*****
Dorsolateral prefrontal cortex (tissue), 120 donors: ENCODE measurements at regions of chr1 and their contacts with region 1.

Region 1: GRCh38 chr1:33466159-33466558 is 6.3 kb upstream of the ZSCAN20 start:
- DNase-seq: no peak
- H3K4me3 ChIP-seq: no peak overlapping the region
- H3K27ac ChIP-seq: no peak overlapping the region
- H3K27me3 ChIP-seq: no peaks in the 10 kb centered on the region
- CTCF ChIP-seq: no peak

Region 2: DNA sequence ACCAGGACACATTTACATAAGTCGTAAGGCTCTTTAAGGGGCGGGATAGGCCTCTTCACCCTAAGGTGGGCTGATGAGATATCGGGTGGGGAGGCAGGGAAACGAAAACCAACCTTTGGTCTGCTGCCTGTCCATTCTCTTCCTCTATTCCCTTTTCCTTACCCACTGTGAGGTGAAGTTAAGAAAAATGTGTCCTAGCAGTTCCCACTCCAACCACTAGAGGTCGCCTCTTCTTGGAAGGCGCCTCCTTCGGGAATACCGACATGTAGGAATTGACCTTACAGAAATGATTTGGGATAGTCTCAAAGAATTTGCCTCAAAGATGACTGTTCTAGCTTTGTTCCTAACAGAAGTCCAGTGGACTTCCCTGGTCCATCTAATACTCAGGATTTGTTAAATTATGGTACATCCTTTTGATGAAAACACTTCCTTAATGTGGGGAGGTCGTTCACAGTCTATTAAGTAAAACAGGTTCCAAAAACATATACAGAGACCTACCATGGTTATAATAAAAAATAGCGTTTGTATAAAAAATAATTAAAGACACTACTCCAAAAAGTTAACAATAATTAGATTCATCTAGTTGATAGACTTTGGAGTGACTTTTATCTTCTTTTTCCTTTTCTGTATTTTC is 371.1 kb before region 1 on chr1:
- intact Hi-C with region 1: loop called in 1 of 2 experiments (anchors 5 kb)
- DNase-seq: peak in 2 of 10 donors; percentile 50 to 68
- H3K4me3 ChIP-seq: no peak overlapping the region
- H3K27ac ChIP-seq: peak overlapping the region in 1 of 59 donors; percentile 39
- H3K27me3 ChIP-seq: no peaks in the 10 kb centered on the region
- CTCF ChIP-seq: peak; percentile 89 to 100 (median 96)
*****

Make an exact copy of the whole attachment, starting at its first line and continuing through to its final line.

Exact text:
Dorsolateral prefrontal cortex (tissue), 120 donors: ENCODE measurements at regions of chr1 and their contacts with region 1.

Region 1: GRCh38 chr1:33466159-33466558 is 6.3 kb upstream of the ZSCAN20 start:
- DNase-seq: no peak
- H3K4me3 ChIP-seq: no peak overlapping the region
- H3K27ac ChIP-seq: no peak overlapping the region
- H3K27me3 ChIP-seq: no peaks in the 10 kb centered on the region
- CTCF ChIP-seq: no peak

Region 2: DNA sequence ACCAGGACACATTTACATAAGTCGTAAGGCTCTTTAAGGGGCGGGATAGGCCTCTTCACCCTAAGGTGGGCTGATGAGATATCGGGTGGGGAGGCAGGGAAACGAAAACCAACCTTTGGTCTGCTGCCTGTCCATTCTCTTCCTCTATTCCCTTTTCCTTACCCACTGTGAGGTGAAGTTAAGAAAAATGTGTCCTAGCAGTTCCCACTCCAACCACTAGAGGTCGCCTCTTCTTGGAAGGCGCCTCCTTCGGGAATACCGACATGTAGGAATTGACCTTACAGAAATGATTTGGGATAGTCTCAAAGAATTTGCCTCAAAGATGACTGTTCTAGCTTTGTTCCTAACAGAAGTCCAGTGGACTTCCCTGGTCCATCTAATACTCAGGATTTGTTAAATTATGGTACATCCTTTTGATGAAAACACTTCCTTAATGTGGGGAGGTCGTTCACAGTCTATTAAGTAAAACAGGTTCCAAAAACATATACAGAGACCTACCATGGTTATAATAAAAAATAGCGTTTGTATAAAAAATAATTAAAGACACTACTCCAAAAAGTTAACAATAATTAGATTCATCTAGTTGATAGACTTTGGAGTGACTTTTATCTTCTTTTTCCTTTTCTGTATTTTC is 371.1 kb before region 1 on chr1:
- intact Hi-C with region 1: loop called in 1 of 2 experiments (anchors 5 kb)
- DNase-seq: peak in 2 of 10 donors; percentile 50 to 68
- H3K4me3 ChIP-seq: no peak overlapping the region
- H3K27ac ChIP-seq: peak overlapping the region in 1 of 59 donors; percentile 39
- H3K27me3 ChIP-seq: no peaks in the 10 kb centered on the region
- CTCF ChIP-seq: peak; percentile 89 to 100 (median 96)